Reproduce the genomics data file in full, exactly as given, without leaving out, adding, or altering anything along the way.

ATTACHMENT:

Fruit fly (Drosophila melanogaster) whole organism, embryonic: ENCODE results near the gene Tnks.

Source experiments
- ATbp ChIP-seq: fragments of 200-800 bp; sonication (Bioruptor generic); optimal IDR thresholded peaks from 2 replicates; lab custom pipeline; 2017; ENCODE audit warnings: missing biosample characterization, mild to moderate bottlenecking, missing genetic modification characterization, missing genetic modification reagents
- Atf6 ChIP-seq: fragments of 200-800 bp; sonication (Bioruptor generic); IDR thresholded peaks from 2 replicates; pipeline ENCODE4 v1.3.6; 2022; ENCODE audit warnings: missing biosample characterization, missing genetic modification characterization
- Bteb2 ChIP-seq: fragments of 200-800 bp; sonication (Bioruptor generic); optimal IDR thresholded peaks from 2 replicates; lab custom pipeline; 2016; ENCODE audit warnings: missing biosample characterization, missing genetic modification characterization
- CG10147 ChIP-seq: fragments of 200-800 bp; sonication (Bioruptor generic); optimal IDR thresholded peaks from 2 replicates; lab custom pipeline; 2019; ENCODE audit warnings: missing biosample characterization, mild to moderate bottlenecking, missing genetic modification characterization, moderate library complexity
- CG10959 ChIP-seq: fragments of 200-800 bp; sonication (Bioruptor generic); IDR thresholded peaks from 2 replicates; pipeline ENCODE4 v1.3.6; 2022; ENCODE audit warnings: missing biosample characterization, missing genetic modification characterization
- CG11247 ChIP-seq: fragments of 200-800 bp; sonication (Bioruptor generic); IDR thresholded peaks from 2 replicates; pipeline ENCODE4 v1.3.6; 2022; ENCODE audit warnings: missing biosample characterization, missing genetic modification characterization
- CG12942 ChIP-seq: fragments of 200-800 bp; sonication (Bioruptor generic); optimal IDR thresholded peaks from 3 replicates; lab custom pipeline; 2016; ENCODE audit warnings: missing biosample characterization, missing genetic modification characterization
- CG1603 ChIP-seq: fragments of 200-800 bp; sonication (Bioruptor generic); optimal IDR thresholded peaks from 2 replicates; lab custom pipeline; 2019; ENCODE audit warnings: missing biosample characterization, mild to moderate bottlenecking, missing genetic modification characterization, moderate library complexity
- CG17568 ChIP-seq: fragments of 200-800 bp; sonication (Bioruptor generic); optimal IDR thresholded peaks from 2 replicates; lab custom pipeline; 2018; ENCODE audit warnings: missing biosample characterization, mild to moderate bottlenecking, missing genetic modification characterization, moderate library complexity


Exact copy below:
Fruit fly (Drosophila melanogaster) whole organism, embryonic: ENCODE results near the gene Tnks.

Source experiments
- ATbp ChIP-seq: fragments of 200-800 bp; sonication (Bioruptor generic); optimal IDR thresholded peaks from 2 replicates; lab custom pipeline; 2017; ENCODE audit warnings: missing biosample characterization, mild to moderate bottlenecking, missing genetic modification characterization, missing genetic modification reagents
- Atf6 ChIP-seq: fragments of 200-800 bp; sonication (Bioruptor generic); IDR thresholded peaks from 2 replicates; pipeline ENCODE4 v1.3.6; 2022; ENCODE audit warnings: missing biosample characterization, missing genetic modification characterization
- Bteb2 ChIP-seq: fragments of 200-800 bp; sonication (Bioruptor generic); optimal IDR thresholded peaks from 2 replicates; lab custom pipeline; 2016; ENCODE audit warnings: missing biosample characterization, missing genetic modification characterization
- CG10147 ChIP-seq: fragments of 200-800 bp; sonication (Bioruptor generic); optimal IDR thresholded peaks from 2 replicates; lab custom pipeline; 2019; ENCODE audit warnings: missing biosample characterization, mild to moderate bottlenecking, missing genetic modification characterization, moderate library complexity
- CG10959 ChIP-seq: fragments of 200-800 bp; sonication (Bioruptor generic); IDR thresholded peaks from 2 replicates; pipeline ENCODE4 v1.3.6; 2022; ENCODE audit warnings: missing biosample characterization, missing genetic modification characterization
- CG11247 ChIP-seq: fragments of 200-800 bp; sonication (Bioruptor generic); IDR thresholded peaks from 2 replicates; pipeline ENCODE4 v1.3.6; 2022; ENCODE audit warnings: missing biosample characterization, missing genetic modification characterization
- CG12942 ChIP-seq: fragments of 200-800 bp; sonication (Bioruptor generic); optimal IDR thresholded peaks from 3 replicates; lab custom pipeline; 2016; ENCODE audit warnings: missing biosample characterization, missing genetic modification characterization
- CG1603 ChIP-seq: fragments of 200-800 bp; sonication (Bioruptor generic); optimal IDR thresholded peaks from 2 replicates; lab custom pipeline; 2019; ENCODE audit warnings: missing biosample characterization, mild to moderate bottlenecking, missing genetic modification characterization, moderate library complexity
- CG17568 ChIP-seq: fragments of 200-800 bp; sonication (Bioruptor generic); optimal IDR thresholded peaks from 2 replicates; lab custom pipeline; 2018; ENCODE audit warnings: missing biosample characterization, mild to moderate bottlenecking, missing genetic modification characterization, moderate library complexity